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Thompson says America must "unchoose" policies that have led to mass incarceration

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Susan Murphy to speak at U-M kickoff for data science initiative, Oct 6, Rackham

Andrew Goodman-Bacon, former trainee, wins 2015 Nevins Prize for best dissertation in economic history

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Bob Willis awarded 2015 Jacob Mincer Award for Lifetime Contributions to the Field of Labor Economics

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Monday, Oct 12 at noon, 6050 ISR
Joe Grengs: Policy & planning for transportation equity

Sex, Gender and Vulnerability

Archived Abstract of Former PSC Researcher

Snow, Rachel C. 2008. "Sex, Gender and Vulnerability." Global Public Health, 3(S1): 58-74.

This paper is concerned with how sex chromosomes and gendered experience differentially contribute to health outcomes, and how gender effects provide an underexplored avenue for health intervention. Research on gender and health is currently undermined by conflation of sex and gender in much of the epidemiologic and clinical literature. This precludes any meaningful reflection on the extent to which our genetic blueprint, versus gendered socialisation, contributes to the specific health vulnerabilities of males or females. Drawing on the 2002 global DALYs for males and females, this paper looks at health outcomes that differentially affect males and females, and distinguishes between vulnerabilities linked to the XX or XY genotype, vulnerabilities due to gendered life experience, and vulnerabilities about which we understand relatively little. The paper highlights the dynamic and changeable nature of gendered health vulnerabilities. Given that gender-based risks are in principal amenable to socialchange, they offer untapped potential for health interventions.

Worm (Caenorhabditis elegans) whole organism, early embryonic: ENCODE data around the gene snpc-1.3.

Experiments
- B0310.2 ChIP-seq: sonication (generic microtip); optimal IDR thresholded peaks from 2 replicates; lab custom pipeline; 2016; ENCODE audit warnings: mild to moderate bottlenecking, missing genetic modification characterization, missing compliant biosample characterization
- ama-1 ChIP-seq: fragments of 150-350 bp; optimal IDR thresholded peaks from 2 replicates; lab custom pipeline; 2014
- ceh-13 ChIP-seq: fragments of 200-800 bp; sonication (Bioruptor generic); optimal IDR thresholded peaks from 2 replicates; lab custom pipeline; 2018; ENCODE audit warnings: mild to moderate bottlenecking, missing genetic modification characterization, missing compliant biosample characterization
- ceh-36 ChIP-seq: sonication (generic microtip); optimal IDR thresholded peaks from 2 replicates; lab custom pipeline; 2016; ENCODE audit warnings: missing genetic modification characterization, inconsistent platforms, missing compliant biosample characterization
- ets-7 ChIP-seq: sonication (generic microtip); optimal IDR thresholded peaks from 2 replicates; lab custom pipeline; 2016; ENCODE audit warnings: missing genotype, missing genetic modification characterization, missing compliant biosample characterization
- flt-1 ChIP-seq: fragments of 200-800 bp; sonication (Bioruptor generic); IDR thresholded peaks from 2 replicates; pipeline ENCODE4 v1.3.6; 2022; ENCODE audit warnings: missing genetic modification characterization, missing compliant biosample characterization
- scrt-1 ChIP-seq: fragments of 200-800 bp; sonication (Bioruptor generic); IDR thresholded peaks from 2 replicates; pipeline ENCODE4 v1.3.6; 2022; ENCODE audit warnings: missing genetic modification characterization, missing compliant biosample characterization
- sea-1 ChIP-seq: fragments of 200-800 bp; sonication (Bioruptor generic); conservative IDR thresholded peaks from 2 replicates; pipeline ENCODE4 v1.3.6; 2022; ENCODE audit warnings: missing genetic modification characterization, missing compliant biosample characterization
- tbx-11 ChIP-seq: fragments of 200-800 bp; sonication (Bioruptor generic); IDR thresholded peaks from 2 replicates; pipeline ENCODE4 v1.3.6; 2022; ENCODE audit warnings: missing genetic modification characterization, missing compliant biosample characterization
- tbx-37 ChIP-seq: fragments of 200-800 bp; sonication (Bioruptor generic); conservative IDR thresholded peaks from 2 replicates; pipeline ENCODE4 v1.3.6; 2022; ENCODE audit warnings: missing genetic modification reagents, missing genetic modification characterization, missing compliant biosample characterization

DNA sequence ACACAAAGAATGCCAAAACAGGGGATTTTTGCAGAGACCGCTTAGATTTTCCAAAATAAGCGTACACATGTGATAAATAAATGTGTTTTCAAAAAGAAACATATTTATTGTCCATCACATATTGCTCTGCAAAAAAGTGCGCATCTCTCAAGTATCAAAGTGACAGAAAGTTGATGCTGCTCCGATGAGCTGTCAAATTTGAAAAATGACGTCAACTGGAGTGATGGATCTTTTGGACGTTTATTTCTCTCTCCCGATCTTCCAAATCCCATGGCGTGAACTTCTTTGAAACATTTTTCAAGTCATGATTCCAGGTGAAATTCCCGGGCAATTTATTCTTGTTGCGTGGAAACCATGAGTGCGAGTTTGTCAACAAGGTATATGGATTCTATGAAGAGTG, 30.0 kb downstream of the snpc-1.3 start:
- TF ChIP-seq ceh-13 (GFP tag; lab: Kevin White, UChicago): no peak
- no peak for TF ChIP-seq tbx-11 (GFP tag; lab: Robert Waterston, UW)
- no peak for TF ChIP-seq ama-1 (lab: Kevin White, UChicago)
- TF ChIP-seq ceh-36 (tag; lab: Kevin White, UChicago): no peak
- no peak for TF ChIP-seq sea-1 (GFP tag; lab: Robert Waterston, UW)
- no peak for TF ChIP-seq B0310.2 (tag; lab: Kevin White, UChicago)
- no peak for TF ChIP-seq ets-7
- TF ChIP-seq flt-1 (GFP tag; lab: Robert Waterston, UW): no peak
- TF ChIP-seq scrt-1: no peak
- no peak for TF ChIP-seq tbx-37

DOI:10.1080/17441690801902619 (Full Text)

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